In light of this, the consultation, which runs until 1 June 2022, included a number of number of options for the level of regulatory oversight that could be applied in an effort to bind in other actors and improve the transparency and accountability of this ecosystem.

These options ranged from a continuation of the self-regulatory framework, which would involve relying on the ASA’s existing framework enforced through their codes, through to full statutory regulation.

The government also confirmed that if industry feedback suggests that the current self-regulatory approach is not sufficient, it will seek to strengthen the statutory backstop for advertising regulation, which would introduce a statutory regulator to backstop additional areas of the ASA’s codes.

A full statutory approach, meanwhile, would involve appointing a statutory regulator with "tough enforcement powers" to introduce measures designed to increase transparency and accountability across some or all actors in the ecosystem.

It is also seeking to consult on new measures to hold intermediaries, platforms, and open display publishers to account, which may be implemented through a code like the OPNS, or through either the backstopped or full statutory approaches

The changes were announced amid growing calls for action to tackle paid-for advertising scams, with both the Work and Pensions Committee and the Joint Online Safety Bill Committee previously recommending that the bill be extended to include this.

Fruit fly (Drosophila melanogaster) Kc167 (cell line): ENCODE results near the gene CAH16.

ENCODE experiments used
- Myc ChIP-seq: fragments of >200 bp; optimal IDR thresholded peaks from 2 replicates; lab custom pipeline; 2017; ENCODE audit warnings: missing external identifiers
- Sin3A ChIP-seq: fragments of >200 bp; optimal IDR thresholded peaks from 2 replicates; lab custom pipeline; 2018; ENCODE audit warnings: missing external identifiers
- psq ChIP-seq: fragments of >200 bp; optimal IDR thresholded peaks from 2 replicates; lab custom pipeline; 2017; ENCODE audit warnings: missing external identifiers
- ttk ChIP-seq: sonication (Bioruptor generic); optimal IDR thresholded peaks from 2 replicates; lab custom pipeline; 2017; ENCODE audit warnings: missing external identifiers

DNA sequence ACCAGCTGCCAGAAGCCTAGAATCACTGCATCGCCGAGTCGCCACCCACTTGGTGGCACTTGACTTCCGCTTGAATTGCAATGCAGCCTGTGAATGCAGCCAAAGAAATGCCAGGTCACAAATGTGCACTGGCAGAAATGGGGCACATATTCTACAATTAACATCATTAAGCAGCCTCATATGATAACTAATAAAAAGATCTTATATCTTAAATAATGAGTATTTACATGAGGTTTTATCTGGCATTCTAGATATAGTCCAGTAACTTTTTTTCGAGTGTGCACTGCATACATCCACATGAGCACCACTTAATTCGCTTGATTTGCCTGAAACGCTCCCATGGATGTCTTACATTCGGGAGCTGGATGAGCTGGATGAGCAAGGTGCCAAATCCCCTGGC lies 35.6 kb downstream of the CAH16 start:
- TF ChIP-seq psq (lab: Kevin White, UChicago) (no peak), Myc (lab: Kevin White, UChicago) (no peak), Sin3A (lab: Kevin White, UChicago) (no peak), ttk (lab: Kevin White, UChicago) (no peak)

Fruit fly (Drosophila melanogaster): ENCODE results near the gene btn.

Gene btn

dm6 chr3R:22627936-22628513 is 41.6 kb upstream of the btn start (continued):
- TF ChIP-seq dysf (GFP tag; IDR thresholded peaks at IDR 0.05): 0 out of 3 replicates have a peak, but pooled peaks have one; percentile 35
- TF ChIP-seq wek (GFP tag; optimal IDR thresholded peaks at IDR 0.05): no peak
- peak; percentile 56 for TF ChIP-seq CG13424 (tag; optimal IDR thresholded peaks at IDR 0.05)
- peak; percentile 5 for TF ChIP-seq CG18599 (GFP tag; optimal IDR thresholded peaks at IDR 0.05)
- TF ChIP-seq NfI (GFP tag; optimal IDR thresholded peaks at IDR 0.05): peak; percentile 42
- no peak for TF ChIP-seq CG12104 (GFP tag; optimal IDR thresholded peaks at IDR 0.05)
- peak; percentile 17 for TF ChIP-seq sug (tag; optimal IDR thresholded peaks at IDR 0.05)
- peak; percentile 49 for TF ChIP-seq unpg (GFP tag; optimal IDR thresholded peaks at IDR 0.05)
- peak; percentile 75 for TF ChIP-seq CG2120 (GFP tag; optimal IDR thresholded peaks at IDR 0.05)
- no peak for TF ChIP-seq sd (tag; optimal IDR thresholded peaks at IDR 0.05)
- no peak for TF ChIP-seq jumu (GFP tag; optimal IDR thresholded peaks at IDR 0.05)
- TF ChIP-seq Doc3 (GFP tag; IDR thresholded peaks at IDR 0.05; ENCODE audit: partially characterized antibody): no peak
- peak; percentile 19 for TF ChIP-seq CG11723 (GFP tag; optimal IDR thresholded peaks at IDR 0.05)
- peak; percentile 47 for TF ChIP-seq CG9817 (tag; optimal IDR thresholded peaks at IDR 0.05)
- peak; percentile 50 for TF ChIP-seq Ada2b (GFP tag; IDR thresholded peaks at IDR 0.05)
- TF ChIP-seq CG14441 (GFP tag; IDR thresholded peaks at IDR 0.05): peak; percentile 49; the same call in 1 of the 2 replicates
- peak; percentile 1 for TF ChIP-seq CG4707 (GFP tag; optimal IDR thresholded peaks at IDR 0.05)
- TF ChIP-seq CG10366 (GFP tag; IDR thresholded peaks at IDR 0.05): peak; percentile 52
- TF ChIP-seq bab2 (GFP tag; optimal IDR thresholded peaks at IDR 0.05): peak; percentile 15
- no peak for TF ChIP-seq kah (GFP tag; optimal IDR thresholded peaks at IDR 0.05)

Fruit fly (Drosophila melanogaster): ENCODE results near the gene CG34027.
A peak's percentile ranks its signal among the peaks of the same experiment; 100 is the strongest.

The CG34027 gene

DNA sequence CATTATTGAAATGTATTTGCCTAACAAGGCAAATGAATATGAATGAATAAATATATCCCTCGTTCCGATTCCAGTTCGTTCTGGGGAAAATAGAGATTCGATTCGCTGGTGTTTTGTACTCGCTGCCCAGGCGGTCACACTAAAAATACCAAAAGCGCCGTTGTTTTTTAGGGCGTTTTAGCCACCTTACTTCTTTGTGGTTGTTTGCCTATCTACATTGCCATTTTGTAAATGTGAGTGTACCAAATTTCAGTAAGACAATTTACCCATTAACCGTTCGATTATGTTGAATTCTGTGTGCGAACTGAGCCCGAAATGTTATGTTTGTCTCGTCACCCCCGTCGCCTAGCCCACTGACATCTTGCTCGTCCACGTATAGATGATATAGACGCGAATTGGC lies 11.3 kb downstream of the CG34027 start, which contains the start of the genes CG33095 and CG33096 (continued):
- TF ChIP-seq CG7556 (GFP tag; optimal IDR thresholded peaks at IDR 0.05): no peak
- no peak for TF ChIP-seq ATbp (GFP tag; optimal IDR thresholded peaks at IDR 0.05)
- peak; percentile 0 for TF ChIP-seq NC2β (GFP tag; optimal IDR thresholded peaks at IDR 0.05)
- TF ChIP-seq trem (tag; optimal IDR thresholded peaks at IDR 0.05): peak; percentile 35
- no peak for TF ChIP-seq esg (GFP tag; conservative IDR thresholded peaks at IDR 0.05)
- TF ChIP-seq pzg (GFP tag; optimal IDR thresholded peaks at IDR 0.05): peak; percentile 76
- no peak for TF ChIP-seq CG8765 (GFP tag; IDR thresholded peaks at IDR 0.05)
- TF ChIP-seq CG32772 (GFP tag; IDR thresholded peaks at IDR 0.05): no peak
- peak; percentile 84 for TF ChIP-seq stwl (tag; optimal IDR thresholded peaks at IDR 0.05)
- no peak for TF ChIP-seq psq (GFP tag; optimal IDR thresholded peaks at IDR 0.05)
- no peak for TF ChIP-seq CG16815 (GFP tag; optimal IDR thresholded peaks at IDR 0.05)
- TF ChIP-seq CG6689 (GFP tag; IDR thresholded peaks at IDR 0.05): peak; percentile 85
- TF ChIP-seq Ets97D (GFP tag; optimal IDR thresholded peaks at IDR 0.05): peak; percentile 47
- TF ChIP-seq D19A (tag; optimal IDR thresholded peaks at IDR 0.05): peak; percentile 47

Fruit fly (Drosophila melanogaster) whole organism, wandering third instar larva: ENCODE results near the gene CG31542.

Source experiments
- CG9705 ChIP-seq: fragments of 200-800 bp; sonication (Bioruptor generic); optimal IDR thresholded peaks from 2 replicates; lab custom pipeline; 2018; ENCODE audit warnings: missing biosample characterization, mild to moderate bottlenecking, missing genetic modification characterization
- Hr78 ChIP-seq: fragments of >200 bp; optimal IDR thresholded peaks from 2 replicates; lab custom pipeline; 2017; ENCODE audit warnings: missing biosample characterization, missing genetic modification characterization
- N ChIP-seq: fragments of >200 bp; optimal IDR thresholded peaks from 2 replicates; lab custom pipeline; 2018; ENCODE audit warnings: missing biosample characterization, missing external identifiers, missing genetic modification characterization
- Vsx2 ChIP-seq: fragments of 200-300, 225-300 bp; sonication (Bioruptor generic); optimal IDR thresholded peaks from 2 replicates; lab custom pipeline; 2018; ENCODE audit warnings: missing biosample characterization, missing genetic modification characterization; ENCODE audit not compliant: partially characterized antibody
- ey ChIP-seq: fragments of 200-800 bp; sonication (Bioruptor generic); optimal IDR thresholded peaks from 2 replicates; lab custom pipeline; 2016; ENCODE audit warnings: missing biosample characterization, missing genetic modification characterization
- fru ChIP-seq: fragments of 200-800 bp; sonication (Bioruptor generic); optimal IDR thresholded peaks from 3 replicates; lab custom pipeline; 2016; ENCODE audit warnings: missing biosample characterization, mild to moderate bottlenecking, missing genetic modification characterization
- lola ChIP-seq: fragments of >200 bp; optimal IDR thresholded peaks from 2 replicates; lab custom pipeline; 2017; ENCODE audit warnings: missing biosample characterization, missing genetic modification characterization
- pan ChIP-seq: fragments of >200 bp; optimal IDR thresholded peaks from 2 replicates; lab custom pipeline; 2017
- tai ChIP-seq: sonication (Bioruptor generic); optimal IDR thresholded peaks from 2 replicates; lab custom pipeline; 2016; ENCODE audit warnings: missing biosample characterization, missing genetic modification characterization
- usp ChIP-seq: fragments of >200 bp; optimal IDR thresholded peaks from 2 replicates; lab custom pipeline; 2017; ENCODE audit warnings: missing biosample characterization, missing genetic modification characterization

Household names, including Sir Richard Branson and Rob Brydon, also previously called on the government to take further action on this issue, whilst the FCA also emphasised the need for legislative change, amid concerns over the limits of its powers.

Commenting on the news, Culture Secretary, Nadine Dorries, said: "We want to protect people from online scams and have heard the calls to strengthen our new internet safety laws.

"These changes to the upcoming Online Safety bill will help stop fraudsters conning people out of their hard-earned cash using fake online adverts.

"As technology revolutionises more and more of our lives the law must keep up. Today we are also announcing a review of the wider rules around online advertising to make sure industry practices are accountable, transparent and ethical - so people can trust what they see advertised and know fact from fiction.

FCA executive director of enforcement and market oversight, Mark Steward, added: “We welcome that the Online Safety Bill will now require the largest platforms to tackle fraudulent advertising.

"We have been clear about the need for legislation and appreciate the government’s positive engagement on this.

"We look forward to working closely with the government and regulatory partners as they finalise and implement the details of the draft bill."